So if I say option, it's gonna grab whichever option this is. It's not gonna just say option as a string, otherwise it would. I also have to bind the value which is also option. And I'm also going to say the model character input. I'm going to establish a relationship down below with this data and return character input.

Which is an empty string because I'm gonna hold that for just a second so that I can then give it to the store later. So I'm just gonna make sure that I'm holding it for the time being. I also wanna make sure that I have a label for each one of these.

Otherwise people will just see little radio things without actually knowing what it is. But also I wanna make sure that things are accessible, so I'll say label for and make sure that that is bound to option as well. And then these two will have a relationship and then it will be good for screen readers.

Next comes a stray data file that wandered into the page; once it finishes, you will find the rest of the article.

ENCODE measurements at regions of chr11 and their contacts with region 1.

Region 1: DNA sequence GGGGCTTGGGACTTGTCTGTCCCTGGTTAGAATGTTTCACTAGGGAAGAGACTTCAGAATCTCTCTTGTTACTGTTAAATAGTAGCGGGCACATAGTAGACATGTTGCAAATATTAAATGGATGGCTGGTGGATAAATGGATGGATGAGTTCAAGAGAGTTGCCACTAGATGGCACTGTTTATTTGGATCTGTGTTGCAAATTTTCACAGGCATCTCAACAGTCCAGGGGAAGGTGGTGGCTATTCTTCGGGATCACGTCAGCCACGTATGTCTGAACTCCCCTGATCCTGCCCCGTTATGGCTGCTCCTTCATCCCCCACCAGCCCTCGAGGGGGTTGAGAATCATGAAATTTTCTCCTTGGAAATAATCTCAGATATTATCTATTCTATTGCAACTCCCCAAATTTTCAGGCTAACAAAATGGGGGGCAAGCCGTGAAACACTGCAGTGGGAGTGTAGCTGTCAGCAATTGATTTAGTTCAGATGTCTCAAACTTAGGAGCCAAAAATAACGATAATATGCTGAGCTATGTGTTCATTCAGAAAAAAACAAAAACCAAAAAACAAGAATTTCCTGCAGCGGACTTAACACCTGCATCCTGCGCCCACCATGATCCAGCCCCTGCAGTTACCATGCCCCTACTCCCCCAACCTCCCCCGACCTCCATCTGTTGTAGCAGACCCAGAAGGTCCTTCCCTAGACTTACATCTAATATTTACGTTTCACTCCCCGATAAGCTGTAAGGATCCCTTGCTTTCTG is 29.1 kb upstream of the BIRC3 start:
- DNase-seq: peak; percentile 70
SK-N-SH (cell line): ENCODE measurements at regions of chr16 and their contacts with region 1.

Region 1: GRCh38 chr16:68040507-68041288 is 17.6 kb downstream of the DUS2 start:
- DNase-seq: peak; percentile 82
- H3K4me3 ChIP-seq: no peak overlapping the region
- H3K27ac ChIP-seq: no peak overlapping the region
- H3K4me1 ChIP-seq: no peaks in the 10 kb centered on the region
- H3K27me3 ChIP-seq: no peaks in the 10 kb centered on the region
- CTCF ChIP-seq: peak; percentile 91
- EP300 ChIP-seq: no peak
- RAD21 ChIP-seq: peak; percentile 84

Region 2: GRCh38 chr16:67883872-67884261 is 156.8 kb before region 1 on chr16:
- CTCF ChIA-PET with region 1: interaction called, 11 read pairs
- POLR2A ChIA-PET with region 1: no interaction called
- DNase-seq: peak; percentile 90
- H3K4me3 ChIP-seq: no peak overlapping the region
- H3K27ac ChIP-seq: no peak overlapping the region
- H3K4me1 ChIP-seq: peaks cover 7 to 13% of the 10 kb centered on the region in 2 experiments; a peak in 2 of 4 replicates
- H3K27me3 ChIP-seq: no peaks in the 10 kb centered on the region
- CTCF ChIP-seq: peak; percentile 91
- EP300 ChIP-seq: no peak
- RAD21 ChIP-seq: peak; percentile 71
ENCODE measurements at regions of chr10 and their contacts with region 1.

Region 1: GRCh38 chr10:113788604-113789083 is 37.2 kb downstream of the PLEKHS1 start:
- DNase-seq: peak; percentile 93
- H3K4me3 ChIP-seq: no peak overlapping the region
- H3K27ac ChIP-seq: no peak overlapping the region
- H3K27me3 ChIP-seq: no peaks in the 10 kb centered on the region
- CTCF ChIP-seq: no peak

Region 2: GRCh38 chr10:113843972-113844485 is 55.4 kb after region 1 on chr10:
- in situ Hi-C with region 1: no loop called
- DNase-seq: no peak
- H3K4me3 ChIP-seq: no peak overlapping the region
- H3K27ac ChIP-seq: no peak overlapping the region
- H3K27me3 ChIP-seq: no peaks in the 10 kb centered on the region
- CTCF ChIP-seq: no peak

And then in here I'm gonna output option. Cool, and then that just one more thing I really need to make sure that I have some styling here. To make sure that they are outputting correctly. So I'm gonna add a class that I already added of character choices. I named it the same as the character choices so that it styles appropriately.

So if I go back to the browser, I forgot to put a comma. You need commas in between things. So here's the comma. Save that, go back to the browser, refresh the page. I did it two places. We'll go into the store and then make sure we have commas here.

Character choices, question, my state. That seems okay, maybe I forgot to save. Let's try it again. Okay, I forgot to save. So here we have, you're an alien zombie which human do you wanna be? And then we've got baker, our mechanic and artist. And if I wanted to use view to see if I could, if I'm grabbing things correctly.

I have that character input, and as I select mechanic, then I'm holding mechanic.